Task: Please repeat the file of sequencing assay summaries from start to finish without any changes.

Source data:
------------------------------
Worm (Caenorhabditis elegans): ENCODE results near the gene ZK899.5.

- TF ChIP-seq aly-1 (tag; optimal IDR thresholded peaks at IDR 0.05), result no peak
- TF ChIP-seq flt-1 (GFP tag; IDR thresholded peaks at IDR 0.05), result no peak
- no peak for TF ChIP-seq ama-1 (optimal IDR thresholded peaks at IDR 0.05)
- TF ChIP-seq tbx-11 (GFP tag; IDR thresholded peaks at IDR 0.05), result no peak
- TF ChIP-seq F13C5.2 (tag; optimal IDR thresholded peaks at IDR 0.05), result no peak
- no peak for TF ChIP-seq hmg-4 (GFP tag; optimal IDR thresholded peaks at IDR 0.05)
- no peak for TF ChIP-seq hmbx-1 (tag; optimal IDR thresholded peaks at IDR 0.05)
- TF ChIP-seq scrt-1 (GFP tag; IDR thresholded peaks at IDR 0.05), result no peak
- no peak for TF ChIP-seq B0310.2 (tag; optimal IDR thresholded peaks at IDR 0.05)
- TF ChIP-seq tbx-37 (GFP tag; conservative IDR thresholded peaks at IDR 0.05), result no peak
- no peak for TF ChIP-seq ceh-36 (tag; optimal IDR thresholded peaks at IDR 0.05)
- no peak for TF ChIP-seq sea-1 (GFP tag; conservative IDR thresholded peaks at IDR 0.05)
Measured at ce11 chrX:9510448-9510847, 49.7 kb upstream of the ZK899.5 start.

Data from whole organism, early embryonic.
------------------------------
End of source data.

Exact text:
Worm (Caenorhabditis elegans): ENCODE results near the gene ZK899.5.

- TF ChIP-seq aly-1 (tag; optimal IDR thresholded peaks at IDR 0.05), result no peak
- TF ChIP-seq flt-1 (GFP tag; IDR thresholded peaks at IDR 0.05), result no peak
- no peak for TF ChIP-seq ama-1 (optimal IDR thresholded peaks at IDR 0.05)
- TF ChIP-seq tbx-11 (GFP tag; IDR thresholded peaks at IDR 0.05), result no peak
- TF ChIP-seq F13C5.2 (tag; optimal IDR thresholded peaks at IDR 0.05), result no peak
- no peak for TF ChIP-seq hmg-4 (GFP tag; optimal IDR thresholded peaks at IDR 0.05)
- no peak for TF ChIP-seq hmbx-1 (tag; optimal IDR thresholded peaks at IDR 0.05)
- TF ChIP-seq scrt-1 (GFP tag; IDR thresholded peaks at IDR 0.05), result no peak
- no peak for TF ChIP-seq B0310.2 (tag; optimal IDR thresholded peaks at IDR 0.05)
- TF ChIP-seq tbx-37 (GFP tag; conservative IDR thresholded peaks at IDR 0.05), result no peak
- no peak for TF ChIP-seq ceh-36 (tag; optimal IDR thresholded peaks at IDR 0.05)
- no peak for TF ChIP-seq sea-1 (GFP tag; conservative IDR thresholded peaks at IDR 0.05)
Measured at ce11 chrX:9510448-9510847, 49.7 kb upstream of the ZK899.5 start.

Data from whole organism, early embryonic.